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Chinese authorities arrest bishop, priests, seminarians


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John Burger - published on 05/26/21

Police took underground prelate and collaborators to a hotel for "political sessions."

To Western ears, the Chinese city of Xinxiang might well be mistaken for the province of Xinjiang. But in spite of the similarity in spelling, differentiated only by one letter in Western transliteration, Xinxiang is some 3,000 miles to the east of Xinjiang and, culturally, vastly different. 

But this past week, action taken by Chinese authorities gave Xinxiang, a city of some 5 million inhabitants in Henan Province, and Xinjiang, the autonomous region in China’s northwest, inhabited by Muslim Uighurs, something in common.

For while the People’s Republic of China has been undertaking a campaign of Sinicization of the Uighurs in Xinjiang Province, amounting to a reeducation crusade that has been marked by violations of religious liberty, authorities are also imposing that Sinicization on the local Catholic Church in Xinxiang.

“Authorities in northern China have arrested a Vatican-appointed Catholic bishop, his seven priests, and an unspecified number of seminarians in what is seen as part of a renewed crackdown on the underground Catholic Church in the communist country,” reported the Union of Catholic Asian News (UCANews) on Monday. “Police arrested 63-year-old Bishop Joseph Zhang Weizhu of Xinxiang Diocese in Henan Province on May 21, a day after they detained the priests and seminarians for allegedly violating the country’s repressive new regulations on religious affairs.”

Asia News, also on Monday, reported that Bishop Zhang and 10 priests were taken to a hotel where they are being held in solitary confinement and subjected to “political sessions.”

UCANews pointed out that Zhang was secretly made a bishop in 1991, because his appointment by the Vatican was not approved by the state-aligned Bishops’ Conference of the Catholic Church in China and the Chinese Catholic Patriotic Association.

Zhang has been arrested in the past, but this time authorities had new rules with which to charge him. Those rules, issued by the Chinese Communist Party, require clergy to register with the state and direct the Catholic laity to elect their bishops democratically.

UCANews pointed out that those precepts ignore a deal the Vatican entered into with Beijing in 2018 and which was renewed last fall, which “reportedly agreed on appointing bishops by mutual agreement, ending the conflict of the state appointing Catholic bishops without the Vatican’s mandate.” The news service continued:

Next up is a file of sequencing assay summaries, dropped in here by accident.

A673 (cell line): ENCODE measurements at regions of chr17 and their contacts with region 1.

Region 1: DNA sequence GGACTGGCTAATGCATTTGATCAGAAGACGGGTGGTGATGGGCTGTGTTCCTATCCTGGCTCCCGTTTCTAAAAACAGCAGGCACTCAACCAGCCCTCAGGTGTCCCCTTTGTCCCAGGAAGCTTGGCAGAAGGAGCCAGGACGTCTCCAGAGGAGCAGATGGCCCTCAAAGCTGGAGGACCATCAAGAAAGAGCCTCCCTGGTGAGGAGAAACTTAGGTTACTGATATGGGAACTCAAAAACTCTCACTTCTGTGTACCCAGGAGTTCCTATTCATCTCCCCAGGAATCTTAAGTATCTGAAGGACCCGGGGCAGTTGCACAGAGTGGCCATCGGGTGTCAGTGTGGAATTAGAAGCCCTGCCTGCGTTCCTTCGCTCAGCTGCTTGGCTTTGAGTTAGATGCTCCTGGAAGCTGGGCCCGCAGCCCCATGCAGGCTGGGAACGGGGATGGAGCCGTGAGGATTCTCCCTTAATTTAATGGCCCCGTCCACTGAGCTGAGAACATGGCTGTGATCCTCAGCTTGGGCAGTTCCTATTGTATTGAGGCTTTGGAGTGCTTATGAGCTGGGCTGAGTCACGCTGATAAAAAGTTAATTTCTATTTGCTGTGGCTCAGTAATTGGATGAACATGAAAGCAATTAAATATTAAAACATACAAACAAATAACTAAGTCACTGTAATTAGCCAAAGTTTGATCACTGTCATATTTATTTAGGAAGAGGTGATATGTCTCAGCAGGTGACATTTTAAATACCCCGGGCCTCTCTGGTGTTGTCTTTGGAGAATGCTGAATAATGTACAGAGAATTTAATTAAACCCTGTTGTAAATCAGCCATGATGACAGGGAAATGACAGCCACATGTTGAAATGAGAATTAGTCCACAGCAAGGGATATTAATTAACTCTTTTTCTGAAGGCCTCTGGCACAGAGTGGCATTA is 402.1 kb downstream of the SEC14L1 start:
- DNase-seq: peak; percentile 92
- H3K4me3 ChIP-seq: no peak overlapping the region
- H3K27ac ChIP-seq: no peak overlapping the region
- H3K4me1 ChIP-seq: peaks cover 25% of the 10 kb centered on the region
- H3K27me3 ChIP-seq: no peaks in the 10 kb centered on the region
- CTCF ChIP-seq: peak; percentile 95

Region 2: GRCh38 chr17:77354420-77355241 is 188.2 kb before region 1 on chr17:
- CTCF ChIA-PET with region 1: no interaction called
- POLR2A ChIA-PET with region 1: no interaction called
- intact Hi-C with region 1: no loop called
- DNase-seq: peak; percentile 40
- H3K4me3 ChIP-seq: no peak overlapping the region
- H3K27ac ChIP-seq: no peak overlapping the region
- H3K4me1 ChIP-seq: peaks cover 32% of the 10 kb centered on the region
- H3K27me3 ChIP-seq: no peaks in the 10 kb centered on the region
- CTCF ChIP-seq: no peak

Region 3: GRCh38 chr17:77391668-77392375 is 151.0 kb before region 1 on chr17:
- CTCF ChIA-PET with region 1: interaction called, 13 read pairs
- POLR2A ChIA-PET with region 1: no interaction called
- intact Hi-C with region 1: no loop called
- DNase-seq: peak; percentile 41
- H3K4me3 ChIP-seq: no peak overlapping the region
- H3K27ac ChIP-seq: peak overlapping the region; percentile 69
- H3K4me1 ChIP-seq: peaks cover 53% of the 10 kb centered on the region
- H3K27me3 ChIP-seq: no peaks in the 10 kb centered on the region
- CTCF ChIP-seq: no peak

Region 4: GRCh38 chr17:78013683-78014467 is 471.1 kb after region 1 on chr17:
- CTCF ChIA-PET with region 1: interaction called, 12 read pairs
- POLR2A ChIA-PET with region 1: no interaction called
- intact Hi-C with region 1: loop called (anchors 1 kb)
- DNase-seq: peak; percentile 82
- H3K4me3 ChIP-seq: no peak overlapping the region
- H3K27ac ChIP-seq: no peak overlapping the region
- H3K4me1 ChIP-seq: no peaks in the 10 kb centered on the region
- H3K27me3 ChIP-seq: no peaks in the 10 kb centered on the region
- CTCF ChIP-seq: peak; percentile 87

Dioceses headed by Vatican-approved bishops are part of the underground church not aligned with the state. The regulations, local Catholics say, aim to end the underground church by criminalizing and arresting its clergy as they work outside the state-approved database of the clergy. …

Since the deal came into force, the Vatican has approved seven Beijing-appointed bishops, but the state-sanctioned church has approved and installed five Vatican-appointed bishops.

Bishop Zhang, who heads the diocese of 100,000 Catholics, has not been approved by the state-run church even after the Sino-Vatican deal was signed.

The underground bishop has been continuously under pressure from state authorities, UCANews said: “Local Catholics said a government-appointed administrator has run the diocese since 2010 and reports to the state directly. The bishop is not allowed to manage diocesan finances and resources.”

Seminary arrests

Last week’s arrests came after the diocese decided to use an abandoned factory building as a seminary. AsiaNews said that 13 students who were arrested “were handed over to their families and forbidden to continue studying theology.”

UCANews reported: 

Media reports claimed about 100 policemen surrounded the building the day before Bishop Zhang was arrested.  While the police deployment continues, a manhunt is underway to search for other seminarians who allegedly fled to avoid arrests.

Last year authorities in Xinxiang shut down Catholic schools and kindergartens in line with the Chinese Communist Party’s ban on education by religious groups including the Catholic Church, reported Bitter Winter, a magazine on religious liberty and human rights.

Authorities have accused Christian groups of proselytizing and converting children by using charities and of violating a repressive clause in the new regulations.

ChinaReligious Freedom
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